— TransPod Inc. (@TransPod_Inc) May 9, 2018
Planning for the worst
Gendron and Janzen presented a timeline with clear steps that plan for the inevitable road blocks the project will hit and the inherent difficulty of introducing “something different” (as they call it) to the transportation market. The first and current phase is engineering and development, which also includes feasibility studies and other necessary surveys, including environmental impact. In 2020, testing will begin. Manufacturing is set to kick off in 2022, and Transpod says it wants to begin the “commissioning process” in 2025.
Hyperloop One and HTT are also initiating environmental impact and feasibility studies in multiple locations across the world, and both have projects already under construction. But neither firm was able to provide a roadmap similar to Transpod’s that outlines the steps that ladder up to a real, functioning hyperloop.
The progress timeline on Virgin’s Hyperloop One website includes art installations, visits from the Saudi Crown Prince, and, of course, the Las Vegas demo (which Mashable attended). It does not lay out what needs to happen to meet Hyperloop One’s aggressive 2021 goal. When it comes to regulation, a company blog post indicates that Hyperloop One plans to work at the state regulation level — and then approach the federal government for the ultimate OK.
Then there’s HTT, which says it’s making significant progress on a prototype site in France, and the company claims will be operational later this year. It also expects a small portion of its planned commercial hyperloop in Abu Dhabi to be ready by 2020. HTT is engaged in feasibility studies with governments and private firms in countries around the world, including the U.S. states of Ohio and Illinois. An HTT spokesperson told Mashable, “In doing these studies with governments we have set the stage for safety and regulatory standards, which will arrive with the first systems in Abu Dhabi and France.”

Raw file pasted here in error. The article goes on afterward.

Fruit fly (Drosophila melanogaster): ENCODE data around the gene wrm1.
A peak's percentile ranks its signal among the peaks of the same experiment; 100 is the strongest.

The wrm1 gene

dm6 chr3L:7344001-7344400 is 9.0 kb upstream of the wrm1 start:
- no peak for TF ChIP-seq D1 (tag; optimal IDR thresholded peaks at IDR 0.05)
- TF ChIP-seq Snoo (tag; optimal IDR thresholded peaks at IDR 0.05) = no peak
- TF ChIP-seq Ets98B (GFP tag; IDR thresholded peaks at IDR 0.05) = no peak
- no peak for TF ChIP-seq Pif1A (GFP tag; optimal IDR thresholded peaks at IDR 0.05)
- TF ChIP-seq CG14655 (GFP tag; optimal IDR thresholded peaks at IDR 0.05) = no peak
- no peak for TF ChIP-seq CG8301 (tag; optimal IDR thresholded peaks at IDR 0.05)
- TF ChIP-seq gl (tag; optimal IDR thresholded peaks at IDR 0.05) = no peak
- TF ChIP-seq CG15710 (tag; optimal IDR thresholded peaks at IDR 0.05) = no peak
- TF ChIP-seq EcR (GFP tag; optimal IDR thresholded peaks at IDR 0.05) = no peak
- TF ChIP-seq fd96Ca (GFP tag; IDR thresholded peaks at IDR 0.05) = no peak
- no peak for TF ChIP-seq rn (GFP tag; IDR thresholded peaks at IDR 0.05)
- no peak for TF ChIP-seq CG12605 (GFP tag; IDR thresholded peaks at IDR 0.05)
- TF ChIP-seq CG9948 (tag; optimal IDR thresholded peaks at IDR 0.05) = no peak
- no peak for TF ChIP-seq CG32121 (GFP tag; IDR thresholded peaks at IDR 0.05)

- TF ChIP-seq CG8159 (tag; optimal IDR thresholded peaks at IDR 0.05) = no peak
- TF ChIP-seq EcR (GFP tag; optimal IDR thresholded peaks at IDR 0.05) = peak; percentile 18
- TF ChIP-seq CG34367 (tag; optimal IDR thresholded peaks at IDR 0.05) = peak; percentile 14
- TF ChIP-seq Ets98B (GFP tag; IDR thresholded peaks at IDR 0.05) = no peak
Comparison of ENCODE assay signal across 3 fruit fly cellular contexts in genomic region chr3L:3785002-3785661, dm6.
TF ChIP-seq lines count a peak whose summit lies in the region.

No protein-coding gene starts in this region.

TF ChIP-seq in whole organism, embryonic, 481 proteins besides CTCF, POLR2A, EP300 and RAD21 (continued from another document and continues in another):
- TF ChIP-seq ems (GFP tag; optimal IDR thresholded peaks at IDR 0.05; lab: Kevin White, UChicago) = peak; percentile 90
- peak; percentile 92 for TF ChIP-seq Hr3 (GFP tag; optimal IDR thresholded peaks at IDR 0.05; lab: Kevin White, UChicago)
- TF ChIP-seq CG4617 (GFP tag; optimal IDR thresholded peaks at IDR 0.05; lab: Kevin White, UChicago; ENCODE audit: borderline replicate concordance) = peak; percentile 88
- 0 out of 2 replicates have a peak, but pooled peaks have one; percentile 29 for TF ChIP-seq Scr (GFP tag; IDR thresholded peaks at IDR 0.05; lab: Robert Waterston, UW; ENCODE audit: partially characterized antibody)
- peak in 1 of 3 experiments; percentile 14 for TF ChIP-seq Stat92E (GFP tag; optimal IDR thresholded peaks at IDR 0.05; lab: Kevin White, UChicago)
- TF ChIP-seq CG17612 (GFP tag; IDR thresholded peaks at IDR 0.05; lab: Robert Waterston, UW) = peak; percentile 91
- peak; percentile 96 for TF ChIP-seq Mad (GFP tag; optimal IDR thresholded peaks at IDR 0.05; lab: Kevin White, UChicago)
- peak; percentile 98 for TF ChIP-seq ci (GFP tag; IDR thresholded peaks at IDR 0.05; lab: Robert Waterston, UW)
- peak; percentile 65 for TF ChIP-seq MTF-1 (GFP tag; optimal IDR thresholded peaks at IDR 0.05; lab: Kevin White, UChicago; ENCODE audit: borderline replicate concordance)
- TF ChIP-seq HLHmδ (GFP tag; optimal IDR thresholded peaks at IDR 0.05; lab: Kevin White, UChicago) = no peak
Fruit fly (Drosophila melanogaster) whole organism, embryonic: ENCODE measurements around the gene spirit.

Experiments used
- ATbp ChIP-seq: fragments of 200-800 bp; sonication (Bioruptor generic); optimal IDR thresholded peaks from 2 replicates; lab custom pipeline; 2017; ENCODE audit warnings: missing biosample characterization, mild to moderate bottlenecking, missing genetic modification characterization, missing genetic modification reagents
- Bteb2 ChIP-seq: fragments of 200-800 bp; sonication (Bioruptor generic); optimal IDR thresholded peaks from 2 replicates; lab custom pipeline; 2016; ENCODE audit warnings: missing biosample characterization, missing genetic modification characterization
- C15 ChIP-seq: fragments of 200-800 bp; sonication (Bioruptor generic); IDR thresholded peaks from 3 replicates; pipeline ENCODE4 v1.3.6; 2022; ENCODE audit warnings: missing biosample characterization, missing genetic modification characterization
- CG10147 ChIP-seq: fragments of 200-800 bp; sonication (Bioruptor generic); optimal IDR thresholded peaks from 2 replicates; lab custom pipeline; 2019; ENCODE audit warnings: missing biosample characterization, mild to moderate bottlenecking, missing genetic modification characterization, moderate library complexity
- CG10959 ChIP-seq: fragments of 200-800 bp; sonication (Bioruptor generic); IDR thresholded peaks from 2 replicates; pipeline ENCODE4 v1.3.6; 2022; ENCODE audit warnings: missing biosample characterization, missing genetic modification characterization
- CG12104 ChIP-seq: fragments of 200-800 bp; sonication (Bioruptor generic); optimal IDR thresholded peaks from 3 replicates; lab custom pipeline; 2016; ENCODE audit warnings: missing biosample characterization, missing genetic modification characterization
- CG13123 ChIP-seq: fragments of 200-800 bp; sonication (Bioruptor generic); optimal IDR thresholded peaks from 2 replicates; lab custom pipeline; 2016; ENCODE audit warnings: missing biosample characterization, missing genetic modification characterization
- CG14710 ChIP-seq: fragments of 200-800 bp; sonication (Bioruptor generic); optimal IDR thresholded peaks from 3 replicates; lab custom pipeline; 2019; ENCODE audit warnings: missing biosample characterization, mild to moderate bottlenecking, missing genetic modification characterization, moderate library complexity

Transpod’s hyperloop timeline isn’t as sexy as a live demo, but at least it’s transparent.
IMAGE: RACHEL KRAUS/MASHABLE
Though Transpod’s estimates regarding full deployment are more modest than its competitors, it has big plans for the intervening years, too. It wants to demo a prototype in France by 2019, and for its first actual “tracks,” the company has set its sights on its homeland of Canada. The high-traffic corridor between Toronto and Montreal is an obvious choice, but to start out, Gendron is enthusiastic about a hyperloop connecting Edmonton and Calgary, because the terrain is “flat and empty” — perfect for Transpod’s above-ground model (though it’ll need to deal with cold and snow 4-5 months out of the year).
For a company working on a entirely new mode of transportation, Transpod is surprisingly less concerned about the technology than it is about the logistics for actually introducing hyperloop to the public. That doesn’t seem to be a message conveyed by Elon Musk and his Boring company, who recently tweeted that a government official told him hyperloop was good to go.
Just received verbal govt approval for The Boring Company to build an underground NY-Phil-Balt-DC Hyperloop. NY-DC in 29 mins.
— Elon Musk (@elonmusk) July 20, 2017
With hyperloop travel mostly theoretical at this point, Gendron’s assessment is probably correct. Getting ahead of the red tape governments are bound to put up before they let companies like Transpod move citizens at the speed of sound, is clearly a priority for him.
And more than any demo, that awareness is promising.
This article was originally sourced from here.